Updates to Alberta's Workers Compensation Legislation
/ Author: CLAC Staff
/ Categories: Local 63, Newsletters, Construction /
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Updates to Alberta's Workers Compensation Legislation

As part of an extended roll-out of changes to workers compensation legislation in 2018, the government of Alberta introduced the last and most noteworthy changes to Bill 30 (An Act to Protect the Health and Well-Being of Working Albertans) on September 1, 2018. Here is an explanation of some of the key changes.

The Introduction of Interim Relief

This new program is designed to provide assistance to low-income claimants during the review or appeal process. Interim relief is only available in exceptional circumstances where financial hardship is demonstrated. If granted, the Workers Compensation Board (WCB) will pay a worker’s interim relief wage-loss benefits based on the lesser of their gross annual earnings or minimum wage for the year ($28,000 for 2018). Regardless of the result of an applicant’s WCB appeal, the worker does not have to pay this benefit back. If the claim is successful, the value of the interim assistance will be deducted from the amount owing to the worker.

Increased Protection for Employment Health Benefits

Employers are now required to continue to pay health benefits contributions for up to one year following the date of accident at the same level as preaccident coverage, including coverage for all dependents. This extends to all benefits coverage (dental, vision, paramedical, etc.) prior to the accident, but is not required to include any benefits deemed to be nonessential, such as wellness benefits, life/travel insurance, etc. This protection does not apply to subcontractors or practicum students.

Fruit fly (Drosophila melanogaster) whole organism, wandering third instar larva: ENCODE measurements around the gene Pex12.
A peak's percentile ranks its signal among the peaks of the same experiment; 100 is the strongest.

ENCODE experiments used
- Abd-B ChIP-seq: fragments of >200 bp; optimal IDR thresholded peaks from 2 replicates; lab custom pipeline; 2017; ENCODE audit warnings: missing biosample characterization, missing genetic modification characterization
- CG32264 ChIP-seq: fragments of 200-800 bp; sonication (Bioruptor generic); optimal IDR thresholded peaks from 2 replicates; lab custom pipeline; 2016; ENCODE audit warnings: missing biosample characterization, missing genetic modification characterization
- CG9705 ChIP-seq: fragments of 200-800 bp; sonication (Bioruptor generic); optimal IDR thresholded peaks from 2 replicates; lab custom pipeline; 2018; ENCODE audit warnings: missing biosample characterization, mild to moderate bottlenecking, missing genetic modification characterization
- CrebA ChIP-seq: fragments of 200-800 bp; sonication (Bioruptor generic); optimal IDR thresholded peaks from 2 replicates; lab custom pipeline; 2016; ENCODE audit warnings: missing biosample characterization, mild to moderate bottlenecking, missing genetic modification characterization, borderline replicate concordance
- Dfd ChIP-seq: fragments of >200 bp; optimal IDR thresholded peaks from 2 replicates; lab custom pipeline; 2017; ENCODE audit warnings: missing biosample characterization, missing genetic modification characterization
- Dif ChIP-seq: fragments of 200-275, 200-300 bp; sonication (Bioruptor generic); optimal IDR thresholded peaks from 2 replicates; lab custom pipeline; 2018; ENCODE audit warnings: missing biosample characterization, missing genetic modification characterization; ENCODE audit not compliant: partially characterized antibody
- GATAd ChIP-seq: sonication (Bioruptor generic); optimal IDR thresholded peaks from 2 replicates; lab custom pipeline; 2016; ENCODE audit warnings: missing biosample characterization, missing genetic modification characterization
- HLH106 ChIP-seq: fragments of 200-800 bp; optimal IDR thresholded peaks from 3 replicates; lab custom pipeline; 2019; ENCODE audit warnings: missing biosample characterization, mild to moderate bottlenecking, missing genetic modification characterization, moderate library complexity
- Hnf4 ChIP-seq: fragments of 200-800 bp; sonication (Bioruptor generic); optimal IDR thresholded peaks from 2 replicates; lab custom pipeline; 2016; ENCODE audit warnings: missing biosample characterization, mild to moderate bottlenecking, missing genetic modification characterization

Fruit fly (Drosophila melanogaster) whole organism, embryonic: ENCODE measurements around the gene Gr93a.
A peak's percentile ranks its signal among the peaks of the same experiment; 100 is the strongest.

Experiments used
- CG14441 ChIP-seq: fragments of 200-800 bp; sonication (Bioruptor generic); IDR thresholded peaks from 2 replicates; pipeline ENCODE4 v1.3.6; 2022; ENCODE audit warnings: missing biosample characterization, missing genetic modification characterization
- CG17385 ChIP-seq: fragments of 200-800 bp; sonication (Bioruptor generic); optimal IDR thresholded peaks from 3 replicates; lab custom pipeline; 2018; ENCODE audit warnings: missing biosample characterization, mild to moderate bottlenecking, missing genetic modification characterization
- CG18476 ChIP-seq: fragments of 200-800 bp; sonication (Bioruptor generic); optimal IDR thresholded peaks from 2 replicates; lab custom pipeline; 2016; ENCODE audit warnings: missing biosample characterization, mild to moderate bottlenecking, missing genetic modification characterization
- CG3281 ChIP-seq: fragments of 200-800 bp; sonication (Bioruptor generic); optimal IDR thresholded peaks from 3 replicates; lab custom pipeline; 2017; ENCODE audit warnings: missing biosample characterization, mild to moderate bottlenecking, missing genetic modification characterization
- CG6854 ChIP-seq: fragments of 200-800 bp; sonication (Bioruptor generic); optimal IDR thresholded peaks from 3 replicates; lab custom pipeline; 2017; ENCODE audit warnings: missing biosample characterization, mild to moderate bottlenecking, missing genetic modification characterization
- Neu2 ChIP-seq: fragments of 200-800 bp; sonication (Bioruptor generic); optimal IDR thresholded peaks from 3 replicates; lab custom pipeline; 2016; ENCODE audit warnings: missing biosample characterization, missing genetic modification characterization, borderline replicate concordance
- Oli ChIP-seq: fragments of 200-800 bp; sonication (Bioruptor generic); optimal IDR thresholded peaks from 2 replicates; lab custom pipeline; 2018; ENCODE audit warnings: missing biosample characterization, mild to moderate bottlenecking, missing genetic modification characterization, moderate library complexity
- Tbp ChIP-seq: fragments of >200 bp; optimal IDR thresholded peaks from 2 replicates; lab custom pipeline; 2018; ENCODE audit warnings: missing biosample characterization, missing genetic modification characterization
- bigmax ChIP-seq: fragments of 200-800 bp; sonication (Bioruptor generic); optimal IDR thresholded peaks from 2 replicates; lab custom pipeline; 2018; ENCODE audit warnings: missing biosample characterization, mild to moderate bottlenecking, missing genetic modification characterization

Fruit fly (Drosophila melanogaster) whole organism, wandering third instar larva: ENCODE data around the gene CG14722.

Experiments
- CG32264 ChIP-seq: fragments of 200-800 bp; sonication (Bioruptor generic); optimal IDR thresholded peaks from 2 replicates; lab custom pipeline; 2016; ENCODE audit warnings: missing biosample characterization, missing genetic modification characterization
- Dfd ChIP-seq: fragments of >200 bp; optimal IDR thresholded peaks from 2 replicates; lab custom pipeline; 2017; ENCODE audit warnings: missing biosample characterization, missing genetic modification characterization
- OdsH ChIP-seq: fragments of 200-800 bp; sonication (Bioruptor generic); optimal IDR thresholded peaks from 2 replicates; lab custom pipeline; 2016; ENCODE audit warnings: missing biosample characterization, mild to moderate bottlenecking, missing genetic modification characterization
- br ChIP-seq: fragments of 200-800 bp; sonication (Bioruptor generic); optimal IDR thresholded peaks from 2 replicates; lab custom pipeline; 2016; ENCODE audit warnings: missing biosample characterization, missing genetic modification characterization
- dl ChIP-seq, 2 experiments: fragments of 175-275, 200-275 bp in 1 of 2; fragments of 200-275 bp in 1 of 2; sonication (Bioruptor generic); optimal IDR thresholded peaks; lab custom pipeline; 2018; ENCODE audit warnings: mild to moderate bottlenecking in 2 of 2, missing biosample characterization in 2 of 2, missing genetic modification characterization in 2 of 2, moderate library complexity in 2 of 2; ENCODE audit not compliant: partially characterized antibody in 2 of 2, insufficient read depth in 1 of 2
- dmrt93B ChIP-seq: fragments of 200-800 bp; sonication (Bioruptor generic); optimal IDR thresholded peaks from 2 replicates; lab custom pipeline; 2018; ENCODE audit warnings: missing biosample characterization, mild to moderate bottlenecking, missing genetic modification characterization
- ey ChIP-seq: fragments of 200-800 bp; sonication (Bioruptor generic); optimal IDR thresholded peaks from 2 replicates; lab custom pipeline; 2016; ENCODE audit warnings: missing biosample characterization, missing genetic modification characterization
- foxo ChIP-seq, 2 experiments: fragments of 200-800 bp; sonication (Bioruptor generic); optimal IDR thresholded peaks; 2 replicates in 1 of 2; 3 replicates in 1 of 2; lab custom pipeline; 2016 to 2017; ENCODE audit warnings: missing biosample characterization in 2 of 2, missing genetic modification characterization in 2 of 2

Under this new legislation, the only ways for employees to be exempt from this coverage is if they sign off with WCB saying that they forfeit this coverage or if they voluntarily end their employment.

Most notably, if a worker is terminated in the year following the accident, the employer is still obligated to provide health benefits for the full year following the date of the accident. And, further, if a worker makes contributions to their benefits plan, an employer is obligated to make an option available whereby the worker can continue paying their portion for the full year.

Obligation to Reinstate

If an injured worker has been an employee for 12+ months, the employer must bring them back after a workplace injury unless the employer can prove undue hardship. The employer’s responsibility is to bring the employee back to their date-of-accident job (or alternate employment with the same earnings) when they are fit for full duties. Of particular importance to the construction sector, this obligation continues during temporary stops in employment—sabbaticals, sick leaves, parental leaves, approved leaves of absence, or layoffs of less than three months.

Essentially, the bar has been raised for the duty to accommodate. Employers must find suitable modified work that must be a “meaningful and productive part of the employer’s operations” and cannot be work that provides financial hardship for the worker (such as child care costs due to a change in schedule, etc.). Notably, there is no time limit for an employer’s obligation to provide suitable work, and their obligation only ends if the worker declines an offer that is deemed suitable or resigns.

Additionally, if an employee returns to work after an accident claim and is terminated within six months or while still on benefits, WCB will presume that the employer did not meet their obligation to reinstate. The obligation to prove the “reasonableness” of any termination falls to the employer and the presumptive protection falls to the employee.

If you have any questions, concerns, or would like to know more about your Workers Compensation coverage as a working Albertan, you can reach out to the Alberta Workers Compensation Board (wcb.ab.ca) directly or talk with your CLAC representative.

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